Sustainability 2.0

Modern Baker started from scratch in 2016. So with no legacy of ‘old-economy’ assumptions or practices, sustainability has been baked into our operation from the start. It is becoming ever clearer that there is no sustainable alternative.

Modern Sustainability (the ‘2.0’ version) is predicated on the seamless integration of three elements that used to compete for prominence: Environmental, Economic and Social. Without an holistic approach that accounts for how each element impacts on the others, individual initiatives can’t hope to succeed. When integrated into a ground-up, business-wide recipe, they can’t help doing so.

ENVIRONMENTAL sustainability covers our reliance on vegan ingredients of impeccable provenance from as close to home and as seasonal as possible, sustainable packaging and a supply chain that actively shares our principles. Beyond the ingredients, the entire operation runs along as eco-friendly lines as possible; minimal commuting, responsible distribution, a purpose-built, eco-optimised HQ and committed, conscious staff.

ECONOMIC sustainability takes in the obvious factors required to ensure our mission succeeds and adds the wider dimension of preventative healthcare and governmental objectives. A sick society under-performs and runs inefficiently (cost to NHS, lower productivity thanks to more sick days, etc.) Better diet would see less traffic devoted to health-related journeys (currently estimated at almost 20% of road trips, i.e. one in five) with positive effects throughout the economy.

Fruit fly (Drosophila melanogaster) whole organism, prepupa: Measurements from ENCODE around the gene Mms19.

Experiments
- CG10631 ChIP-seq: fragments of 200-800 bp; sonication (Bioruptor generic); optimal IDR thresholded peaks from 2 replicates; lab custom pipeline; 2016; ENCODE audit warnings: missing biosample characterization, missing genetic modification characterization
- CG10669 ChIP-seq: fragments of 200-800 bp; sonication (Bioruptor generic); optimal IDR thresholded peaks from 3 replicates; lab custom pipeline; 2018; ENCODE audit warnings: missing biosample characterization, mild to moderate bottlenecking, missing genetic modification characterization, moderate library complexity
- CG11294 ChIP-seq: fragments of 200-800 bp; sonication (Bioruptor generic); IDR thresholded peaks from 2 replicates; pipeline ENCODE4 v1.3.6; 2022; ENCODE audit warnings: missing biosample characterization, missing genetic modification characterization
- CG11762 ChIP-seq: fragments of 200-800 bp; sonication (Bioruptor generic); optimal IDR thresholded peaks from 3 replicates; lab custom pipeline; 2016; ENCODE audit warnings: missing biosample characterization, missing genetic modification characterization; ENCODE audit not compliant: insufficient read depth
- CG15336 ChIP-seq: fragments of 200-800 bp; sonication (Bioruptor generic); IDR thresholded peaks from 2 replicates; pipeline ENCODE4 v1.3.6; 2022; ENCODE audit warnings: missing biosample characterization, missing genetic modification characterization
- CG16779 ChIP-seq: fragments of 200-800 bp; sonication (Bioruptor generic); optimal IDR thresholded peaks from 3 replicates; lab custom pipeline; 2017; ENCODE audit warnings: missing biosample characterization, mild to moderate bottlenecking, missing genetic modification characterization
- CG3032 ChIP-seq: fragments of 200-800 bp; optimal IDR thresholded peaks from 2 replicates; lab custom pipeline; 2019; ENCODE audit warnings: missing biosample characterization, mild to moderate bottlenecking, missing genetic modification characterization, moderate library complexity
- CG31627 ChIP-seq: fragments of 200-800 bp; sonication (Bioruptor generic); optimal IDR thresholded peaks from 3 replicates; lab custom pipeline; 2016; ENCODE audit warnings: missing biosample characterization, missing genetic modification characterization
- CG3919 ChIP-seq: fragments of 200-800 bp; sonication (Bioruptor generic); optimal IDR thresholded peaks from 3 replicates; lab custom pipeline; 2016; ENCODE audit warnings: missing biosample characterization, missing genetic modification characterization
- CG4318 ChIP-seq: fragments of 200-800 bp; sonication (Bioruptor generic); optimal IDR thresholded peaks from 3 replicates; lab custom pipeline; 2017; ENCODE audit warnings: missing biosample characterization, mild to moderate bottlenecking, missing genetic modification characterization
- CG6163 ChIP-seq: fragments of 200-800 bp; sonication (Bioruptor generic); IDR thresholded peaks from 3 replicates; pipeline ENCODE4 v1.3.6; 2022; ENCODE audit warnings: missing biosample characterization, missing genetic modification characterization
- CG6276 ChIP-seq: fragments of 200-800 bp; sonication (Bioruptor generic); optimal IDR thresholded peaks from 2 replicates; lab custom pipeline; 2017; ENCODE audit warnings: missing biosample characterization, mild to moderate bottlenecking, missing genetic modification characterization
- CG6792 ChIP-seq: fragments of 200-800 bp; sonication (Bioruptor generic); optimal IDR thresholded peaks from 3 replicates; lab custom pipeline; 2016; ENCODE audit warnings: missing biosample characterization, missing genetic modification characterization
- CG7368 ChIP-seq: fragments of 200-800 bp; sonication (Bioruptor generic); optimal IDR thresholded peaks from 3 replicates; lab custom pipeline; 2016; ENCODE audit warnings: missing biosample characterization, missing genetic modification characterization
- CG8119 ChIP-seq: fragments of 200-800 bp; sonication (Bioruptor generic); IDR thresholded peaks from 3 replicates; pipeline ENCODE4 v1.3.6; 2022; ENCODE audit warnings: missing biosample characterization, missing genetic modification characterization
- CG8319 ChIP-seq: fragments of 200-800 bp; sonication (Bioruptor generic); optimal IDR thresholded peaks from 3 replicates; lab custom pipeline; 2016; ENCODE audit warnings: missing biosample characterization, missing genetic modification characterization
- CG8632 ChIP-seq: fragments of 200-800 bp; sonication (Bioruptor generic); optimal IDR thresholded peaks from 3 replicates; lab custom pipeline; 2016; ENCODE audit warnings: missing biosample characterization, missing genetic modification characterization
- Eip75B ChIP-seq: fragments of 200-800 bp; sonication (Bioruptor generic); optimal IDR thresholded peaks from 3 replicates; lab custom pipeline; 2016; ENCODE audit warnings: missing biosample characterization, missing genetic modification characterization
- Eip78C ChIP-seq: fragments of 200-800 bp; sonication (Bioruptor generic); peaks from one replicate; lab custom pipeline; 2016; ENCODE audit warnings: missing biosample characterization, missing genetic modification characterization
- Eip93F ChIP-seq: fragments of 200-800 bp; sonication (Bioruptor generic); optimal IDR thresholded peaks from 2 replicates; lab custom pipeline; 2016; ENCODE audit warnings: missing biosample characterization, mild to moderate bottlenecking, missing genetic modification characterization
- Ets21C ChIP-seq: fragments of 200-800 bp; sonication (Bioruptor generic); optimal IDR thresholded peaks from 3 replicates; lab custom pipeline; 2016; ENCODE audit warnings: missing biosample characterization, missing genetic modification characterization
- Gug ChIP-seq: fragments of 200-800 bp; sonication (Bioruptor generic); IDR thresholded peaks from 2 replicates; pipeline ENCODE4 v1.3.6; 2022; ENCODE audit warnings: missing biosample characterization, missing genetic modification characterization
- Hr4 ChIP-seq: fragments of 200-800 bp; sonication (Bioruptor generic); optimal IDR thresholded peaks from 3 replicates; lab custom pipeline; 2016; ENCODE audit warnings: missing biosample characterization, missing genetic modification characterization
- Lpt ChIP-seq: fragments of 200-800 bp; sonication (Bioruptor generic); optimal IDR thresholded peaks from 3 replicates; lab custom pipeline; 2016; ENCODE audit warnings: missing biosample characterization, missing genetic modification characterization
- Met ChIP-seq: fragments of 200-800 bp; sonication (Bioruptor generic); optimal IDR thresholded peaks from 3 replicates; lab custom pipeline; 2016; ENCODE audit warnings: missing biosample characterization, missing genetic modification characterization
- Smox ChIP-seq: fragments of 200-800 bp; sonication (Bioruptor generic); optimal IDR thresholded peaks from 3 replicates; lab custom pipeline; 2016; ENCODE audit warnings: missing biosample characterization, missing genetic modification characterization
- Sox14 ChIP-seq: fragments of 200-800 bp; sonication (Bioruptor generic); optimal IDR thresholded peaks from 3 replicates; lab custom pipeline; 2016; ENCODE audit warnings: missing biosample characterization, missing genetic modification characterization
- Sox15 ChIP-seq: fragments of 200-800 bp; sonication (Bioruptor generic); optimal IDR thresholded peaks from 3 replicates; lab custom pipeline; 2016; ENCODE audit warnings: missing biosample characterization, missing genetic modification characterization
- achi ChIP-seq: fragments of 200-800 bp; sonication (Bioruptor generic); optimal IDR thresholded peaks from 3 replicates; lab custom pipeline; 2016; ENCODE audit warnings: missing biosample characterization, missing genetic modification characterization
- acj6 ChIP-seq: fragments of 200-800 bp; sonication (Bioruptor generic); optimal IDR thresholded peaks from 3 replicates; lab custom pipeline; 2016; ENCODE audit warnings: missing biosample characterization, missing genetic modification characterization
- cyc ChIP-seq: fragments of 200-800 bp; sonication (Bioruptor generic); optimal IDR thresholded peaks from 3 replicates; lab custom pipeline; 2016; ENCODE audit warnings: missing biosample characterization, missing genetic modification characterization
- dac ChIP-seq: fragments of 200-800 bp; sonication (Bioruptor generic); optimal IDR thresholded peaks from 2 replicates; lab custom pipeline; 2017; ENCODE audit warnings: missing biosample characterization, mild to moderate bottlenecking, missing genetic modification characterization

To make the ‘mass not marginal’ difference to public health we want to bring about, it is critical that our products are able to be sold at a price point affordable to most citizens. With an estimated 44% of bread bought in the UK thrown away uneaten (Guardian, 2019) the responsibly packaged, freezer-friendly nature of our breads is a key factor in bringing down the cost per slice to a level below not only the already more expensive ‘artisan’ loaves but also other, unhealthier packaged breads. Healthy food has traditionally been perceived as a higher-income luxury or middle-class fad. We are committed to challenging this with our core mission: democratising healthy baking for the common good.

This leads directly to the SOCIETAL dimension. At its most simplistic, any business needs active people to sell to, but the poor health that results from inadequately nourishing diet has far more insidious effects than premature inactivity. ‘Social capital’ is critical currency and those counted in the lower denominations are more depressed, with lower self-esteem, and considerably less productive. Widening the focus from country to planet reveals ever more disturbing links between nutrition choices and possible extinction.

It’s a truly global issue. Accordingly, the only way to think of it is in the round.

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